Of course, the daily reality was different. I spent that wet, gloomy fall in a tiny room in the west Amsterdam apartment I shared with the girls, surrounded by families with small children and the sounds of church bells tolling through our moulting walls. The room was papered over with tchotchkes and postcards: Amsterdam street scenes, pictures of Audrey Hepburn at Breakfast at Tiffany’s, novelty straws affixed with tiny paper pineapples, so that it resembled the room of a teenage daughter, one who had grown up and left the souvenirs of her childhood behind.

The room suited my mood at the time. I was an unlikely editor, an unlikely tenant, and it felt right to be occupying fragments of other people’s lives.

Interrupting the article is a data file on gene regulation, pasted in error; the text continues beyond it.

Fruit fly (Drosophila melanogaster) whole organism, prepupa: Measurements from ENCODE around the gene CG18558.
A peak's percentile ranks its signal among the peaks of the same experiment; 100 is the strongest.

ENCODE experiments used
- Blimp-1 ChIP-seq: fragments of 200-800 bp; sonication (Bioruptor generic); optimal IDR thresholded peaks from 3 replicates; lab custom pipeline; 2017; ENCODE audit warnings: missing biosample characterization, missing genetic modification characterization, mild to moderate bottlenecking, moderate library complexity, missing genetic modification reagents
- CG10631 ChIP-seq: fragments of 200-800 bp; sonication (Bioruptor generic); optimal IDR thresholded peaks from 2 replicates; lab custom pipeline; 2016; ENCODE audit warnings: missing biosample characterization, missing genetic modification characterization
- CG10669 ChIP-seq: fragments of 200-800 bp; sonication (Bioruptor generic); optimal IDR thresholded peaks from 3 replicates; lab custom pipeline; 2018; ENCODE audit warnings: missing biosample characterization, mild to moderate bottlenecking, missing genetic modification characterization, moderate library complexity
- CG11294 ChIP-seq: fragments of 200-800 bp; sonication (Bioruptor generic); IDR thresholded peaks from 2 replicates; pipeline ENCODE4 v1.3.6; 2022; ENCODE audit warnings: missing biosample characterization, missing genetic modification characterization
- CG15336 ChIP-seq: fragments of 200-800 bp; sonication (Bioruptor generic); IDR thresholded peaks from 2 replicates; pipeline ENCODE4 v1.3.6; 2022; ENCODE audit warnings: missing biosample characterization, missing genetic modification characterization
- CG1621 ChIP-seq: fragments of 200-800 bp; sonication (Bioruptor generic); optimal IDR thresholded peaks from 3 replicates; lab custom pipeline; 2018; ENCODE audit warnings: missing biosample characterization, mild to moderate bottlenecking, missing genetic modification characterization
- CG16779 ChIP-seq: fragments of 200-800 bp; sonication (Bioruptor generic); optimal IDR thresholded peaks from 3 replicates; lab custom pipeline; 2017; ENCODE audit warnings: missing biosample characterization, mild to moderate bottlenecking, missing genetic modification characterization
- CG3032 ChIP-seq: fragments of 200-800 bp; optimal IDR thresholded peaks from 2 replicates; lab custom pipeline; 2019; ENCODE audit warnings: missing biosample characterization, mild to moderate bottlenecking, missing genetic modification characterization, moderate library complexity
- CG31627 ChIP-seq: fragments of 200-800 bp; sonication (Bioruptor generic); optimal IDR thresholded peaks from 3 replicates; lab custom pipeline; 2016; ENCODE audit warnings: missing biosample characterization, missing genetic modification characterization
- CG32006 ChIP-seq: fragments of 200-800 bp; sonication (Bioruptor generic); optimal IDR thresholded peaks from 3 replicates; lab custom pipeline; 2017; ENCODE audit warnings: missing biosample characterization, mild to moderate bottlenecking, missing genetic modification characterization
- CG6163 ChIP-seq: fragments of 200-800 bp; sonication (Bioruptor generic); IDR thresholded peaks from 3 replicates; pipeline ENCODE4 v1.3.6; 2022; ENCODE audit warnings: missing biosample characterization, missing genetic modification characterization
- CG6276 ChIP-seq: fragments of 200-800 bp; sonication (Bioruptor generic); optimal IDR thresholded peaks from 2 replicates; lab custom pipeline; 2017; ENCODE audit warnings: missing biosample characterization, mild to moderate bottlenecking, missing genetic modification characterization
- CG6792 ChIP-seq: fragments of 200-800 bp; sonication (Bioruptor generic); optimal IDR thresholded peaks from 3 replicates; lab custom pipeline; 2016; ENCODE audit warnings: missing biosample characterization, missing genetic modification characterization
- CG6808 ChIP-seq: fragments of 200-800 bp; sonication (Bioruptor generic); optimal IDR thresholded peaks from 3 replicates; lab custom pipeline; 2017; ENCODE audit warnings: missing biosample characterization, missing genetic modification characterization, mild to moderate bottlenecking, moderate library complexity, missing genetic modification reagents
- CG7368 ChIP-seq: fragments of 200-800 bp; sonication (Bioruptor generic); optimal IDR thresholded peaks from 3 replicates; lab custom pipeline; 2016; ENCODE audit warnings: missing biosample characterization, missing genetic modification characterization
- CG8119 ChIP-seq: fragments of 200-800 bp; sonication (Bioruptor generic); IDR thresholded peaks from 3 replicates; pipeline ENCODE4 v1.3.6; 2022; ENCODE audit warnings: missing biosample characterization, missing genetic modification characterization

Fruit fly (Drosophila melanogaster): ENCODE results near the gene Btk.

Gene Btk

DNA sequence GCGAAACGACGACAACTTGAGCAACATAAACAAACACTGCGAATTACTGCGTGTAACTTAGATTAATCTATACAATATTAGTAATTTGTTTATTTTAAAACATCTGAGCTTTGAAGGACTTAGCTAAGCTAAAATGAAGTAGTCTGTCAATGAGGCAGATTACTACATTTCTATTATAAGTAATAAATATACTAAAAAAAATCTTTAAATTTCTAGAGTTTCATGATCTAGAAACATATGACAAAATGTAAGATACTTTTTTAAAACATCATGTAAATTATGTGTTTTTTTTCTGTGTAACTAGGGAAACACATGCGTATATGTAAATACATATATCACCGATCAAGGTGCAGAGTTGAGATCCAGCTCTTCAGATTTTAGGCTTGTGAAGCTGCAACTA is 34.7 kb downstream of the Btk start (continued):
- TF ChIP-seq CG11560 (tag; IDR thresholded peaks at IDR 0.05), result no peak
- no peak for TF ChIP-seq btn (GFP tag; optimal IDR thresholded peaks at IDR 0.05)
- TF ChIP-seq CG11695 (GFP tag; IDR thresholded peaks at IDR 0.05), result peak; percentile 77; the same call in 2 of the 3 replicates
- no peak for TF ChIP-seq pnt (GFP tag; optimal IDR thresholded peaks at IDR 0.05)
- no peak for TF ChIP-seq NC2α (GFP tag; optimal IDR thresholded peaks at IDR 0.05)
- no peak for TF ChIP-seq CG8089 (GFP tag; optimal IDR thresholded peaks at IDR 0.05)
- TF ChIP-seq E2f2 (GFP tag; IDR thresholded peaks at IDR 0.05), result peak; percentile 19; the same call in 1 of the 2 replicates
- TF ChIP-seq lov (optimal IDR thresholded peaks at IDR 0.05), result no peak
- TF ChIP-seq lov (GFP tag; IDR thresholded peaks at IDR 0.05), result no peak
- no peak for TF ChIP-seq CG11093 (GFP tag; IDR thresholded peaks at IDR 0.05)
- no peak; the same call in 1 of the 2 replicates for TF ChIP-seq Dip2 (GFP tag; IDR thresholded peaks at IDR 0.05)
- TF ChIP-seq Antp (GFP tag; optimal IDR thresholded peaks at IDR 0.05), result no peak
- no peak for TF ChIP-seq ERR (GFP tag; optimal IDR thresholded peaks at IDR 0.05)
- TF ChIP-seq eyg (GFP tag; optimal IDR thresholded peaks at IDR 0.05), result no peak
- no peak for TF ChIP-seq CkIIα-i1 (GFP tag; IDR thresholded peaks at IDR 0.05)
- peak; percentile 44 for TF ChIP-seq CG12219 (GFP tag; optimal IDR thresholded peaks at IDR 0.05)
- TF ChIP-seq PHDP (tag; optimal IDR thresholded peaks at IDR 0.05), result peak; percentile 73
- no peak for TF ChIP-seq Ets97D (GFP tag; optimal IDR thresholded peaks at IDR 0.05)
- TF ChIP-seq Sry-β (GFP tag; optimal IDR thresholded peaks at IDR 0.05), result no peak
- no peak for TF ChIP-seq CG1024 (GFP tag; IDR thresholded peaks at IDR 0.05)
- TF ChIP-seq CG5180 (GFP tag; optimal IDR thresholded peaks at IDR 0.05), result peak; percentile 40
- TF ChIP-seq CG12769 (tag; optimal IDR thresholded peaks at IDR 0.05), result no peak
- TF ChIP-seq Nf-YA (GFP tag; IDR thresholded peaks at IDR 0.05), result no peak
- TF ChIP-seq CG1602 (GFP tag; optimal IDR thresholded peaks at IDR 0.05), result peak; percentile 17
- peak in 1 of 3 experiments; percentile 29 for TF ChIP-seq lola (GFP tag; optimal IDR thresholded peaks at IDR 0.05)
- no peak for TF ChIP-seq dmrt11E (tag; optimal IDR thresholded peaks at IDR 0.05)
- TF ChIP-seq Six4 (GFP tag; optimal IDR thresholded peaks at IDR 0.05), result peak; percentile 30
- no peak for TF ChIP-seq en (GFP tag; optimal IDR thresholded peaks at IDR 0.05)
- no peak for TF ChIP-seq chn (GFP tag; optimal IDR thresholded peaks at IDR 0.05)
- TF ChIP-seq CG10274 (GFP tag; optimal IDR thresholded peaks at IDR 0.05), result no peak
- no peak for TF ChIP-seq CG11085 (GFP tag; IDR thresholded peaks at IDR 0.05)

I saw the pictures of Pandora on a housing website and then, in person, during a miserable Christmas gale.

She was docked on the sheep-dotted fringe of Amsterdam, a rural vision of Holland outfitted with windmills and neighbours who took out their garbage in clogs. On arriving, my future boat-lords ushered me onto their own vessel, a cosy affair with porthole windows and a fireplace. I sat on their couch while Yvette made tea and Floris set up the Christmas tree, tying it at both ends to keep it from pitching in the waves.

I would move aboard in January.

By then, if my arrival in the city felt as if it had been pulled from a rom-com montage, it had devolved into something of a tragi-comedy (there wasn’t much romance.) I missed the unglamorous scanner shifts and resented that the stress levels were higher when writing art-fair briefs than they were when covering gun crime.